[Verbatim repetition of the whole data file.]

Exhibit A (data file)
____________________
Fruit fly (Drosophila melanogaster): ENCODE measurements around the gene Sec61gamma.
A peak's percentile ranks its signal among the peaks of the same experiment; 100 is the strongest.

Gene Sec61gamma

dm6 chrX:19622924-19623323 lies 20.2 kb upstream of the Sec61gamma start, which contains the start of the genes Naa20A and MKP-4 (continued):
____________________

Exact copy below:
Fruit fly (Drosophila melanogaster): ENCODE measurements around the gene Sec61gamma.
A peak's percentile ranks its signal among the peaks of the same experiment; 100 is the strongest.

Gene Sec61gamma

dm6 chrX:19622924-19623323 lies 20.2 kb upstream of the Sec61gamma start, which contains the start of the genes Naa20A and MKP-4 (continued):